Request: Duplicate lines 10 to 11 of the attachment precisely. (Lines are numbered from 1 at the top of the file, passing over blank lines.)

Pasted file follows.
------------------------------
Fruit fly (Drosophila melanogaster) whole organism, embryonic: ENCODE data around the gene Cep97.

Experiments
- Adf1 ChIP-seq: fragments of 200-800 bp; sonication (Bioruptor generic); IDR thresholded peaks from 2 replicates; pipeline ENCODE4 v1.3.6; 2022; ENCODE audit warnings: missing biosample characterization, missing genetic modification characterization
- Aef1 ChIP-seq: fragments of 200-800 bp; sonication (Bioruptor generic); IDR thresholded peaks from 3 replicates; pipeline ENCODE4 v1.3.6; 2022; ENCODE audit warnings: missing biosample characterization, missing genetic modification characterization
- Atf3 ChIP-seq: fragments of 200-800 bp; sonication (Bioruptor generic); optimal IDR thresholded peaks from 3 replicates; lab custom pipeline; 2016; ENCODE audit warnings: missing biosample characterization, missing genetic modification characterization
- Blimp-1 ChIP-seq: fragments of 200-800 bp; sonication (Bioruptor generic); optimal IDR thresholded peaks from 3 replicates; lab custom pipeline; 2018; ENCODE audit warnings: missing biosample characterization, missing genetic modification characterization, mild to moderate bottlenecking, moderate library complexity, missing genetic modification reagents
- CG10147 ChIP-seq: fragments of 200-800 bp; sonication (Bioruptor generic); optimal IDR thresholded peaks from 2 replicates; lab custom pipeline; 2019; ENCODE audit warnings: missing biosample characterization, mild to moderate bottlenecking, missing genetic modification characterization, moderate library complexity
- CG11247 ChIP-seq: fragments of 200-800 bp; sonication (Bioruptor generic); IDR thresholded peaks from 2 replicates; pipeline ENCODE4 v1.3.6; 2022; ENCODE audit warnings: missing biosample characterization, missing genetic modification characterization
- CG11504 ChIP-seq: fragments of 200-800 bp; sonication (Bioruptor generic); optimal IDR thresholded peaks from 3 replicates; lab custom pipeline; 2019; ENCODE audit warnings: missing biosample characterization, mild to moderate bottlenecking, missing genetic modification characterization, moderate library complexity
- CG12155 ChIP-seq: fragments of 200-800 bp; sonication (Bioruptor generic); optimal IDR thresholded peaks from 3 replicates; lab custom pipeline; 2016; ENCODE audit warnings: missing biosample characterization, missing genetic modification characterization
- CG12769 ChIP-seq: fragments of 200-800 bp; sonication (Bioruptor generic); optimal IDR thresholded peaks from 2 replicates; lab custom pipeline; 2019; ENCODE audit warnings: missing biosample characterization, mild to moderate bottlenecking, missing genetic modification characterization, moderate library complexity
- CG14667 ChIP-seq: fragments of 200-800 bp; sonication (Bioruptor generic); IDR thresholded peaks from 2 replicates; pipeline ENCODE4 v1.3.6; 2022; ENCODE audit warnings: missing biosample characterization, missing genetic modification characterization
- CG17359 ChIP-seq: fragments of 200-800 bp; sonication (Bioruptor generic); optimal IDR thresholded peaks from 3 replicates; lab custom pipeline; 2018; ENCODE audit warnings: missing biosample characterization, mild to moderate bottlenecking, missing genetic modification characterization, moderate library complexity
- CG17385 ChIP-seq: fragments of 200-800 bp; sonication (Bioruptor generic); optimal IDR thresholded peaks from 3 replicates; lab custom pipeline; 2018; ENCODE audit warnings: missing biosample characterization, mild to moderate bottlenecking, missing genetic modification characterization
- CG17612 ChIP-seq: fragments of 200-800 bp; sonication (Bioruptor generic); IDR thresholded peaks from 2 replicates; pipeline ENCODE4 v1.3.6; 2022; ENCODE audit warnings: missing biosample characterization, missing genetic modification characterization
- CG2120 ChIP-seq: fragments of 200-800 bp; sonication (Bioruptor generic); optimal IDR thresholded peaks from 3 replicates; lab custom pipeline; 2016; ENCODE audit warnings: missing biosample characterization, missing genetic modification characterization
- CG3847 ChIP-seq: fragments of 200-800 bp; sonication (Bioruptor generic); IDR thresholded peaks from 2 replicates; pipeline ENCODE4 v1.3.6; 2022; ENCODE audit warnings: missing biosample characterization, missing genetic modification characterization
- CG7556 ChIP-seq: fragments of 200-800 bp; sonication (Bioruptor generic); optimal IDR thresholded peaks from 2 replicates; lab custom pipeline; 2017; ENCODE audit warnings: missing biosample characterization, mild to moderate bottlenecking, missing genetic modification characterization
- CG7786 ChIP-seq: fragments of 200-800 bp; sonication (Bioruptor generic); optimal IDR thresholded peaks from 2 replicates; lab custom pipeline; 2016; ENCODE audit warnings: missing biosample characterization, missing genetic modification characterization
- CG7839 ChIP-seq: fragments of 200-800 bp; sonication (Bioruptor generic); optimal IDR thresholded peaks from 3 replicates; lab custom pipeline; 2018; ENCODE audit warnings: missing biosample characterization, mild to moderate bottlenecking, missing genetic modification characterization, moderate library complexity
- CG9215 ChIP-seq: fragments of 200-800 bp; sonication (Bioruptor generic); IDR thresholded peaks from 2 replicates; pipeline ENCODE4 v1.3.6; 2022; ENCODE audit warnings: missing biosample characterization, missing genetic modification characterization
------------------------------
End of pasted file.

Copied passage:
- CG12155 ChIP-seq: fragments of 200-800 bp; sonication (Bioruptor generic); optimal IDR thresholded peaks from 3 replicates; lab custom pipeline; 2016; ENCODE audit warnings: missing biosample characterization, missing genetic modification characterization
- CG12769 ChIP-seq: fragments of 200-800 bp; sonication (Bioruptor generic); optimal IDR thresholded peaks from 2 replicates; lab custom pipeline; 2019; ENCODE audit warnings: missing biosample characterization, mild to moderate bottlenecking, missing genetic modification characterization, moderate library complexity